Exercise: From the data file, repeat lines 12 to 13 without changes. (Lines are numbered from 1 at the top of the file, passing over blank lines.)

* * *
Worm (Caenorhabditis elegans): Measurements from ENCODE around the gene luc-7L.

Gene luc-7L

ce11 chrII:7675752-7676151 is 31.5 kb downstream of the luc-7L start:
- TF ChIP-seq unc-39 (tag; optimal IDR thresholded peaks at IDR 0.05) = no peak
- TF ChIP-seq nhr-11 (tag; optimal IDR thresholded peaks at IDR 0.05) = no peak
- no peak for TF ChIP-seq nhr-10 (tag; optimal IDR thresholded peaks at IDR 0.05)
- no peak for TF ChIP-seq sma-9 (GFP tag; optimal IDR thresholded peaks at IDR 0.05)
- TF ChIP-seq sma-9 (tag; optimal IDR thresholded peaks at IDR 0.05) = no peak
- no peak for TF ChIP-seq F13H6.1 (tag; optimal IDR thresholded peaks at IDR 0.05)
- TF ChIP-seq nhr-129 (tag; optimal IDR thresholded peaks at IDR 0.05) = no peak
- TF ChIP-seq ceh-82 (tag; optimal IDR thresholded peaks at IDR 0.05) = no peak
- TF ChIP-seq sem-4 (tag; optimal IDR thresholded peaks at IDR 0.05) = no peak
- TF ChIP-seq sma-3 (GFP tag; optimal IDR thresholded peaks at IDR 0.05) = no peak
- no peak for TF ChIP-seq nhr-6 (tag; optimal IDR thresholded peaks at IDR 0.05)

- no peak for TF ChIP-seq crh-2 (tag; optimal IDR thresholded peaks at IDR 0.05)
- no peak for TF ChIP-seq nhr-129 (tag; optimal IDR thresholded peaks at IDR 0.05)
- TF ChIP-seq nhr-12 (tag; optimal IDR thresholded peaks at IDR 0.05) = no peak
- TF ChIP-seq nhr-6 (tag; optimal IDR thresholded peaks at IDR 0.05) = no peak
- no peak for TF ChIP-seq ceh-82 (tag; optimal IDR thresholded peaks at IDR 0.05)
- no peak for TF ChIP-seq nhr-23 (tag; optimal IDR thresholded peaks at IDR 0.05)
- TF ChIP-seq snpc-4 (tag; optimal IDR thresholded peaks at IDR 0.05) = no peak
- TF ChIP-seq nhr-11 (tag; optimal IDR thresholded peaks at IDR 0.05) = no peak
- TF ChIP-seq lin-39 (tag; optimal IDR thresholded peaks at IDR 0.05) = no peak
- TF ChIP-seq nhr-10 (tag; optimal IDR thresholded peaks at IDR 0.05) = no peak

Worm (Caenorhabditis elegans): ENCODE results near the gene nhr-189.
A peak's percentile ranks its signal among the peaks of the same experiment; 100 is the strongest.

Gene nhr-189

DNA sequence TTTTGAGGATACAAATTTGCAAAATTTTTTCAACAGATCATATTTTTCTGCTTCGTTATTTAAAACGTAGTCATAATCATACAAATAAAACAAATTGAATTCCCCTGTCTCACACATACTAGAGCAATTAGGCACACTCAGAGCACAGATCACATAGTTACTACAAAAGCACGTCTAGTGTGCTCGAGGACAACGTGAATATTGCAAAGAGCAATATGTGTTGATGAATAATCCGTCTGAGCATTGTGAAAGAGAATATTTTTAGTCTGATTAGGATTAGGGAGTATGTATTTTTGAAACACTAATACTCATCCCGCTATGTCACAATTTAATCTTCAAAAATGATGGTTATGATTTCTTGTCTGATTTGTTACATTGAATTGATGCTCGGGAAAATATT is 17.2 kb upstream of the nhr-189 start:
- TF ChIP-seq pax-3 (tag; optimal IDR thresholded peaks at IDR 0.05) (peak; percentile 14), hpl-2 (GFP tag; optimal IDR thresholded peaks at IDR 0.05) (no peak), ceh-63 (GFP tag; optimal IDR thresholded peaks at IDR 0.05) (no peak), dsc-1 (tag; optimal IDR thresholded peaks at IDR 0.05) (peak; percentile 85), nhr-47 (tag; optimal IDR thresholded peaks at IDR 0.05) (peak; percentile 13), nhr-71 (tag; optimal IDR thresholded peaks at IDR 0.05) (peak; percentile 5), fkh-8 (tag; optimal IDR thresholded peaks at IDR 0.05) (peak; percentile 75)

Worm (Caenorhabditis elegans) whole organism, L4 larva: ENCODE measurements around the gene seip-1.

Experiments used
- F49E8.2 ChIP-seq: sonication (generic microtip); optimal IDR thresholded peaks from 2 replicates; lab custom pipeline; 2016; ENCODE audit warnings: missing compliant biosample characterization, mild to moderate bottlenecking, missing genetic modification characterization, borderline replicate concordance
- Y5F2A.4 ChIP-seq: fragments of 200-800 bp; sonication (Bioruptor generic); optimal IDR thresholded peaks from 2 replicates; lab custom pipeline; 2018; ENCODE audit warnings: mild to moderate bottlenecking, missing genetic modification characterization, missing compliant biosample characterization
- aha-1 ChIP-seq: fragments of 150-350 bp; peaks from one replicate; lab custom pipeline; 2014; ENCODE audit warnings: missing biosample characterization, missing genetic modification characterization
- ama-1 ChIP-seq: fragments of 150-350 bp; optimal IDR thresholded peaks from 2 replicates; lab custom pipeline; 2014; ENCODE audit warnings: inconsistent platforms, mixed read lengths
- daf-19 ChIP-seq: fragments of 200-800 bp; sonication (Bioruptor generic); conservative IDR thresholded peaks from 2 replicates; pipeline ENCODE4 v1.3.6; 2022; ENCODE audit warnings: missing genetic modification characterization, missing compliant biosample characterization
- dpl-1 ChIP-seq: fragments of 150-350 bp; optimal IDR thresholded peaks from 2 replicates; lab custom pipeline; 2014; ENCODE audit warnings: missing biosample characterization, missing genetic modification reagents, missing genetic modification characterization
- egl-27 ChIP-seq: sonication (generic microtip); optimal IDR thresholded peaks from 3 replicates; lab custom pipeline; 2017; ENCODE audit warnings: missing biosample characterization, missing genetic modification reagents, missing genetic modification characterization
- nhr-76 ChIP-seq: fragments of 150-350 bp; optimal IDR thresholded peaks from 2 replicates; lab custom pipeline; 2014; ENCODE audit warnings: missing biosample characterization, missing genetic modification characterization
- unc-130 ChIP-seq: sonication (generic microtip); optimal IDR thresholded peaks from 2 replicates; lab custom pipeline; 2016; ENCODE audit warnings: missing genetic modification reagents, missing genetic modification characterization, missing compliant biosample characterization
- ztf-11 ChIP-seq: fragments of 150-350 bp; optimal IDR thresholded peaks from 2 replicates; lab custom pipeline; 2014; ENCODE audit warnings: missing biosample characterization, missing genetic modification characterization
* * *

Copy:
- TF ChIP-seq sem-4 (tag; optimal IDR thresholded peaks at IDR 0.05) = no peak
- TF ChIP-seq sma-3 (GFP tag; optimal IDR thresholded peaks at IDR 0.05) = no peak